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Author Topic: Honey Bound Swarm Factor ?  (Read 1838 times)
Tucker1
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« on: June 29, 2008, 12:10:43 AM »

The other day I witnessed a swarm at my hive. It was very impressive, (see earlier post) ..... but I couldn't understand why. This was a colony I started from a package of bees that I hived April 12th. The girls had two large brood boxes, plus two supers. I placed the supers on the hive a good 5 weeks ago. I rotated the brood boxes in a effort to get some uniform comb in each box. Over the period of the last 5 weeks, the girls were not building of comb in the two supers, that were above a plastic queen excluder. Monitoring the two supers, I only saw a small number of bees above the queen excluder. (Hmmmm.)

This afternoon I inspected the hive. Both of the brood boxes were every heavy with honey. I did find a opened queen cell at the bottom of a frame. There was far far more honey than brood in the two brood boxes. Luckily, I found fresh larva so, it looks like I have a queen that is laying.  Part of the problem may be that the brood boxes are so full of honey, there isn't much comb available for brood in the two brood boxes.

I rotated the two brood boxes and removed the queen excluder from the top of the upper brood box today. I also off-set the two supers in the hope of providing a little more ventilation and encouraging movement to the two supers. (No more excluder)

Having said all this .................... was the swarm caused by the brood boxes being full of honey and there being little space for new brood Huh  My original queen seemed to be a real work horse and perhaps the lack of available comb made her leave.  Or something else cause the swarm.

What surprised me is that I still have lots and lots of bees, so this doesn't seem to make sense.

Any ideas ?

Regards,
Tucker1
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Robo
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« Reply #1 on: June 29, 2008, 06:49:11 AM »

Crowding is a big factor in swarming.  Read up on checkerboarding,  it will help you out.
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Brian D. Bray
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« Reply #2 on: June 29, 2008, 10:40:32 PM »

The other day I witnessed a swarm at my hive. It was very impressive, (see earlier post) ..... but I couldn't understand why. This was a colony I started from a package of bees that I hived April 12th. The girls had two large brood boxes, plus two supers. I placed the supers on the hive a good 5 weeks ago. I rotated the brood boxes in a effort to get some uniform comb in each box. Over the period of the last 5 weeks, the girls were not building of comb in the two supers, that were above a plastic queen excluder. Monitoring the two supers, I only saw a small number of bees above the queen excluder. (Hmmmm.)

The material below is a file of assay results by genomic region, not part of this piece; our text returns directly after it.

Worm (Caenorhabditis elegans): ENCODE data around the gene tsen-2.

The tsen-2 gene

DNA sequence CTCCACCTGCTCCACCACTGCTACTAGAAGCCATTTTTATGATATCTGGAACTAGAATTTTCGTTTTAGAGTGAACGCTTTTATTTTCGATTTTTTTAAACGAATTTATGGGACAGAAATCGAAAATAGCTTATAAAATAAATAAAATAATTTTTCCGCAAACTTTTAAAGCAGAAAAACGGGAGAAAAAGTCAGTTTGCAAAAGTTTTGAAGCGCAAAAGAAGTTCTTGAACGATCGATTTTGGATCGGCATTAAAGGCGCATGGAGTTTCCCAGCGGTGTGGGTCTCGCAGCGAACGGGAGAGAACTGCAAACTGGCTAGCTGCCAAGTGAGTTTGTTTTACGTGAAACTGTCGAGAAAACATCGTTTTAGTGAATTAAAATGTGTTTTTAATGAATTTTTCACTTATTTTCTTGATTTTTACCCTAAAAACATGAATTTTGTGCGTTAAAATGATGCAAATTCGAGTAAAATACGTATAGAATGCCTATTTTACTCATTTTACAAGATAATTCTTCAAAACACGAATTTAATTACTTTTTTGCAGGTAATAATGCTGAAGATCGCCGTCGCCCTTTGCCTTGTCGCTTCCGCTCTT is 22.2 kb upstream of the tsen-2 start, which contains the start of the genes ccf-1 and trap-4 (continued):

Bees will usually not pass through a queen excluder unless baited bt partially drawn frames of comb and honey/necdtar.  If you want bees to work the supers leave the excluder off until after they have begun working the frames.  You just found out why queen excluders are also called honey excluders.
Too often the excluder works just like an inner top and the bees back fill the brood chamber and swarm.

Quote
This afternoon I inspected the hive. Both of the brood boxes were every heavy with honey. I did find a opened queen cell at the bottom of a frame. There was far far more honey than brood in the two brood boxes. Luckily, I found fresh larva so, it looks like I have a queen that is laying.  Part of the problem may be that the brood boxes are so full of honey, there isn't much comb available for brood in the two brood boxes.

This condition is called honey bound, it is usually the 1st sign the beekeeper has of potential swarming.  When the bees begin to place nectar or pollen in amoungst the brood cells as the brood hatches they are back filling the brood chamber and on their way to becoming honey bound and swarming.  At the 1st sign of honey or pollen in brood cells immediate swarm pervention measures need to be taken.

Quote